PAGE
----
Slavery Isn’t Such an Ugly Word….

Rape, pedophile, shit, faggot, nig–r,….now those are ugly words.  You can taste the filth in your mouth if you say them.  You are repulsed when you hear them.  Slavery‘ doesn’t sound ugly enough.  The word is bland, safe, and doesn’t make us sick in the way that other words do. Dear Reader, please understand that I’m not writing about what the word represents….I’m talking about the actual word. What happened in this country, during the 1800’s,  when a whole people were enslaved is emotionally unimaginable…..unless and until you read,  The Invention of Wings by Sue Monk-Kidd.  Available now.

A Review    reviews, authors, writingreviews, authors, writingreviews, authors, writingreviews, authors, writingreviews, authors, writing5 out of 5 quillsThe Invention of Wings

The story is of the Grimke sisters; Sarah and Nina, high born, white, plantation girls.  Based upon a true story, the author tells how the slave owner’s lives intertwine every day with their slaves.  The very slaves who are a part of the family if you talk to the owners.  A prison full of punishment if you were to speak with the slaves.  They connect awkwardly  because they both know that slavery is wrong and they each know that the other one knows it too.   Sue Monk-Kidd tells an atrocious tale of  Sarah’s mother beating, caning, and torturing her house slaves and then just hours later would order tea to be served by a maid whose back was still staining her dress with seeping blood. Of the ‘Work House’ in Charleston where slaves who had committed egregious ‘offenses’…. were sent to walk the treadmill.  If they slipped they fell into the gears of the machine to be permanently maimed or killed.  I’ve read my share of books about the ole’ South but never have I read such a riveting story about the life of a slave.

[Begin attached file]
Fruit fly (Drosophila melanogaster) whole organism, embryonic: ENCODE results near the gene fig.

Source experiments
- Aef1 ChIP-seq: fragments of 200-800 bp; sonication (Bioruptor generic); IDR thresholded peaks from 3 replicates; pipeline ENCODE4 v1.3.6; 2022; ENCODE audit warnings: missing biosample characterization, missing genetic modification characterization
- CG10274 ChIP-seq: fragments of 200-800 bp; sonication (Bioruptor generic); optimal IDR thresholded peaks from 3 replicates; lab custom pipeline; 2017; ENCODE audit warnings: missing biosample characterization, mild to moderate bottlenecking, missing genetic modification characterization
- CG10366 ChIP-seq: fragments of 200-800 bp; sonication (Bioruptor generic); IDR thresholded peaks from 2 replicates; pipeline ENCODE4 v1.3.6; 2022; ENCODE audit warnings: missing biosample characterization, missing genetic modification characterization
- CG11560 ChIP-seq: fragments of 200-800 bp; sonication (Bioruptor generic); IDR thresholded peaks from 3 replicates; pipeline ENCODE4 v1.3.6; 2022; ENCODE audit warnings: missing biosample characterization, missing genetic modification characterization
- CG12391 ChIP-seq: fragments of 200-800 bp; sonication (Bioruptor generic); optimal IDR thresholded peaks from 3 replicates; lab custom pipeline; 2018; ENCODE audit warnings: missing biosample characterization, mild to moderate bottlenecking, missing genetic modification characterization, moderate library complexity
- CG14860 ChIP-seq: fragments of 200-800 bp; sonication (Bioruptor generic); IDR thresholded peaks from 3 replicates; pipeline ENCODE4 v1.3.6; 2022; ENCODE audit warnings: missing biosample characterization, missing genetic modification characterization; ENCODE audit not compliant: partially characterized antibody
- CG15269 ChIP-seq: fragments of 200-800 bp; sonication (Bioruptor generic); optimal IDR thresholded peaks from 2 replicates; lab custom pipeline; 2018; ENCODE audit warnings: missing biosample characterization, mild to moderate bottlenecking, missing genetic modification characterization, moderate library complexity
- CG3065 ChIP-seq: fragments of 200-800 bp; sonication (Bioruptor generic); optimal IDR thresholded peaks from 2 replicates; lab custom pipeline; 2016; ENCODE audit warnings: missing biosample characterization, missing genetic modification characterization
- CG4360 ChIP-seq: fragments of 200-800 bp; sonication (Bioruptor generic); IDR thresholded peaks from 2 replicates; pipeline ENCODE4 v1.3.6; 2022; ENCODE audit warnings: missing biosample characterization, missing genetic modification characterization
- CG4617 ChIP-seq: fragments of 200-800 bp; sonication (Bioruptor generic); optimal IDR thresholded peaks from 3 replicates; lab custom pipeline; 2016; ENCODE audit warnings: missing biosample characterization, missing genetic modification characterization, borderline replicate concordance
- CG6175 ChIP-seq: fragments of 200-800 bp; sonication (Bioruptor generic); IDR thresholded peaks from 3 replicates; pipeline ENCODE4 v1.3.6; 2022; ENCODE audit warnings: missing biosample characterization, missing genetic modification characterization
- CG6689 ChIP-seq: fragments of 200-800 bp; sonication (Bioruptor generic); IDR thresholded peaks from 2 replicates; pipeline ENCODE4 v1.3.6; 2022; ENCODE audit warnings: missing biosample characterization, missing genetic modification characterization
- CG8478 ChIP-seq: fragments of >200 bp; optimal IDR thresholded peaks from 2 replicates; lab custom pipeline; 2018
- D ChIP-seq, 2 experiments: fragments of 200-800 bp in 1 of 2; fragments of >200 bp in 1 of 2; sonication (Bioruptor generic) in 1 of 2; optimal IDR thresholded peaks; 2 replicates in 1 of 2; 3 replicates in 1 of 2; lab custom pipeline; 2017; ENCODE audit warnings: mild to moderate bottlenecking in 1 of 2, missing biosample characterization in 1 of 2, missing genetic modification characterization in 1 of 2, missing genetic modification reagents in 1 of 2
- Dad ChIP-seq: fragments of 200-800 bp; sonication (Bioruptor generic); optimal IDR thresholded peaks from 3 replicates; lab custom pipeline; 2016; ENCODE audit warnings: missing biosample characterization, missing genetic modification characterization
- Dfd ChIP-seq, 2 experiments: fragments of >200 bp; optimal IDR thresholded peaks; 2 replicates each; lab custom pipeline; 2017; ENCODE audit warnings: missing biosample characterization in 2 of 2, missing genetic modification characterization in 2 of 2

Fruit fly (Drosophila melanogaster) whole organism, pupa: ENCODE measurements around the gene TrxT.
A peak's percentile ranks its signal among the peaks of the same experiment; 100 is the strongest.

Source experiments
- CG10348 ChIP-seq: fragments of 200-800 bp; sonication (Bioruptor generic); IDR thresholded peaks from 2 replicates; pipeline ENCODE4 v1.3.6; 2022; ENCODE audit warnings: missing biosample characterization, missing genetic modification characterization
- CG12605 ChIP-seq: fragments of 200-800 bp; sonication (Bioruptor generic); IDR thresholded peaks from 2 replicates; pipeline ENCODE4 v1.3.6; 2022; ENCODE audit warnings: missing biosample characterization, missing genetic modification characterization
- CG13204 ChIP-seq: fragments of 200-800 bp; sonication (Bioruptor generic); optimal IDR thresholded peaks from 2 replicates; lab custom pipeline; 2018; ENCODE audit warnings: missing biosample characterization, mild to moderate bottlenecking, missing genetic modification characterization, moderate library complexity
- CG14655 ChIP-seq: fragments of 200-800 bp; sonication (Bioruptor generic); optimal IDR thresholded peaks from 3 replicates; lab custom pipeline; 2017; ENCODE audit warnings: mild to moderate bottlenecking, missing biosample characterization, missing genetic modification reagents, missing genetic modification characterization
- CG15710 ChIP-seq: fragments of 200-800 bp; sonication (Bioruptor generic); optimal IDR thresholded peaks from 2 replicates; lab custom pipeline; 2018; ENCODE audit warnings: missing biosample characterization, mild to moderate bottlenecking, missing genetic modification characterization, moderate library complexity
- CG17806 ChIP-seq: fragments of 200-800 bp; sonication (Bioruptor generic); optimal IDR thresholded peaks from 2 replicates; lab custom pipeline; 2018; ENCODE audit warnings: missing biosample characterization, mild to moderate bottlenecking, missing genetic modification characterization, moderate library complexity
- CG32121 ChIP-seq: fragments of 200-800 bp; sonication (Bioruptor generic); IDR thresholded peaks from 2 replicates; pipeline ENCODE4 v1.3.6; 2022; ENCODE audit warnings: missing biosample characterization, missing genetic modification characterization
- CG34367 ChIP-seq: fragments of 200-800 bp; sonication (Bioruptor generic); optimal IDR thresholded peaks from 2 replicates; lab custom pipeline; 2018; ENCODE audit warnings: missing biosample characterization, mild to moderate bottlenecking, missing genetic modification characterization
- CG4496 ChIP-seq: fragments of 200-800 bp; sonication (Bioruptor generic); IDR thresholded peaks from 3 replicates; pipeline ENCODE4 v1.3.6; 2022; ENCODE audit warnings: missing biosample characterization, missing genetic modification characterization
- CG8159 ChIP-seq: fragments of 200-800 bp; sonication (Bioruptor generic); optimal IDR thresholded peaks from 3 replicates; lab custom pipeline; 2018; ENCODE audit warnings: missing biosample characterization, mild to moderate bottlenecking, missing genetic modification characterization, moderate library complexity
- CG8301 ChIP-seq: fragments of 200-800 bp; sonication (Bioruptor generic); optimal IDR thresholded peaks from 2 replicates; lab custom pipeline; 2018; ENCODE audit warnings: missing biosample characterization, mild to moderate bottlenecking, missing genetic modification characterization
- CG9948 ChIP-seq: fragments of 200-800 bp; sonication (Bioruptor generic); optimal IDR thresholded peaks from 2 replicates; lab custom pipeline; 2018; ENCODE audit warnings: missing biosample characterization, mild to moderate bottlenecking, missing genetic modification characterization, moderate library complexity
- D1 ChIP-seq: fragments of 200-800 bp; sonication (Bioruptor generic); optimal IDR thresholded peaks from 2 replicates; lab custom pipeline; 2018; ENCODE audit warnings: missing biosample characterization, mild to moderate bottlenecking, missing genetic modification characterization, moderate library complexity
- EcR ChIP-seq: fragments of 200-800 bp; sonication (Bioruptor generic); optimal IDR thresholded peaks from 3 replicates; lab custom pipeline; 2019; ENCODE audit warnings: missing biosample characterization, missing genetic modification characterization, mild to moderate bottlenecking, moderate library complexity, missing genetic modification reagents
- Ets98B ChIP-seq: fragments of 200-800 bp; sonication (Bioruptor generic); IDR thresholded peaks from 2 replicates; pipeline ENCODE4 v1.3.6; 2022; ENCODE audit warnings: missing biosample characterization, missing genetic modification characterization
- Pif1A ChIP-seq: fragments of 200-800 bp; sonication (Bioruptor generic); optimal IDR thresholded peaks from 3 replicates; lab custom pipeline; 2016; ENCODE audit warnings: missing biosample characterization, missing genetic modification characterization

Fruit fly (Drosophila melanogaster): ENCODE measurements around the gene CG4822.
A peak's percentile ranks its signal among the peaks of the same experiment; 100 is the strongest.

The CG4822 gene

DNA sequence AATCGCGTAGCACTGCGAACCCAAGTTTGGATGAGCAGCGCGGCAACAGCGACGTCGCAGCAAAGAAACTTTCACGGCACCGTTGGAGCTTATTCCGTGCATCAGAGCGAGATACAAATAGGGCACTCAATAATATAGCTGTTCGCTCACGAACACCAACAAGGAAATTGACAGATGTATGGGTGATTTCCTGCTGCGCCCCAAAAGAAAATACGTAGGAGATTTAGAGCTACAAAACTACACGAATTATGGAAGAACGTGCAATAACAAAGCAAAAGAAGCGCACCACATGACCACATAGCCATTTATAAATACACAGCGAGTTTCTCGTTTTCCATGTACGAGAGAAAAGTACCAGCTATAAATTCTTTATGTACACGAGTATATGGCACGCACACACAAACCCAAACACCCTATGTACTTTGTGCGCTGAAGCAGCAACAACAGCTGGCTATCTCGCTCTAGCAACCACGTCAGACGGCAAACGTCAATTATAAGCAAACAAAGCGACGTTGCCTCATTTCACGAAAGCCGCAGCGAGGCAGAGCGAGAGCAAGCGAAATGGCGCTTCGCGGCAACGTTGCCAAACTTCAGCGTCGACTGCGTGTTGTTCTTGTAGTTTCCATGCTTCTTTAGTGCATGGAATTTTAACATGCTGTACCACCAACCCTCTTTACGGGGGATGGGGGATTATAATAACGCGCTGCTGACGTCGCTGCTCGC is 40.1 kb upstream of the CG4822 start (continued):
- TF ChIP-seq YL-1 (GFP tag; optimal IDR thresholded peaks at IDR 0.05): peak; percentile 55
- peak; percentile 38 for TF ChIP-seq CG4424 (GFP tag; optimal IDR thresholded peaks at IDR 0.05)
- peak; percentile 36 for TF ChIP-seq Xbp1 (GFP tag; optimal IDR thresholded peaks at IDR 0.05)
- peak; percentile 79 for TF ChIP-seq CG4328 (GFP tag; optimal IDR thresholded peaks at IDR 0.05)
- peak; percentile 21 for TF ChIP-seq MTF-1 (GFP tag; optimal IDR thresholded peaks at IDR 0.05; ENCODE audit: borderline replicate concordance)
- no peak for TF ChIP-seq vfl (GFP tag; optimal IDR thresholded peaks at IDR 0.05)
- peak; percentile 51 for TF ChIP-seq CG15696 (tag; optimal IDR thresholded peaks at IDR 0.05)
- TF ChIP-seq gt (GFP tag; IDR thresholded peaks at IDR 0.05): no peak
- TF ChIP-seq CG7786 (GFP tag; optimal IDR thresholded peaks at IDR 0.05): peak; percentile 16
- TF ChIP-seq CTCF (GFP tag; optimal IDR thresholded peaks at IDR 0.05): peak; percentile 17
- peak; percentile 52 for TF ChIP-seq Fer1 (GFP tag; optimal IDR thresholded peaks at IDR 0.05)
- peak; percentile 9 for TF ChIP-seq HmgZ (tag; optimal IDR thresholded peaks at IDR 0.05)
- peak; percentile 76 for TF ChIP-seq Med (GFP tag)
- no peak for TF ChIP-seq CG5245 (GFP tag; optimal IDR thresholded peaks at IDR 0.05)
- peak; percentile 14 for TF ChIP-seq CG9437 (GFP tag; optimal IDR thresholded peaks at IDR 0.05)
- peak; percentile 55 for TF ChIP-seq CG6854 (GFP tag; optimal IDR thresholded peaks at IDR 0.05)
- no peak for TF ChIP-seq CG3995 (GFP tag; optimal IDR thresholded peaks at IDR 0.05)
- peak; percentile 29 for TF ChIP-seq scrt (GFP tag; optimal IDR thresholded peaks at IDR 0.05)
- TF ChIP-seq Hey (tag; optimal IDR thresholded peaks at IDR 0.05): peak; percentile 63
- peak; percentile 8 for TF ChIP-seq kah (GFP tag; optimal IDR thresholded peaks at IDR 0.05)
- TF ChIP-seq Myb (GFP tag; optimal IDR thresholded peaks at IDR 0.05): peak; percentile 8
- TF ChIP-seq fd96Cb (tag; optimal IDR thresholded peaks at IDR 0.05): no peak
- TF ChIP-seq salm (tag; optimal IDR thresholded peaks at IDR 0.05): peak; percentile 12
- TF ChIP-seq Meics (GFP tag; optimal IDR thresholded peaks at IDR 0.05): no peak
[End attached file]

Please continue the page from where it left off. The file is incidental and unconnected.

In the early days of abolition men and women, who did not believe in slavery, were stalked, beaten and frequently arrested for their beliefs.  Sarah and her sister ultimately become Quakers and become the most famous female abolitionists of that time.  They go on to champion women’s rights; one could argue another form of slavery in our history.

I have been a fan of Sue Monk-Kidd’s writings for years. (The Secret Life of Bees)  She never comes up short. She delivers more than the reader was expecting and with this book gave this reader a soul wrenching experience.  Oddly, shining out of this dark, dark time there was still hope.  I highly recommend this book!

Note:  Sue was unavailable for an interview at this time but her publicist did send this over:

Q. This is a work of historical fiction inspired by the real Grimké sisters, Sarah and Angelina. How did you discover them and what was it about them that you found to be interesting enough to create a story for a novel?

SMK: The novel began with a vague notion that I wanted to write a story about two sisters. I didn’t know initially, who the sisters might be or when and where they lived. Then, while visiting Judy Chicago’s Dinner Party exhibit at the Brooklyn Museum, I came upon the names of Sarah and Angelina Grimké on the Heritage Panels, which list women who’ve made important contributions to history. I discovered they were sisters from Charleston, the same city in which I was living. Embarrassingly enough, I’d never heard of them. Perhaps the most radical females to come out of the antebellum south, they were the first female abolition agents in the country and among the earliest pioneers for women’s rights…

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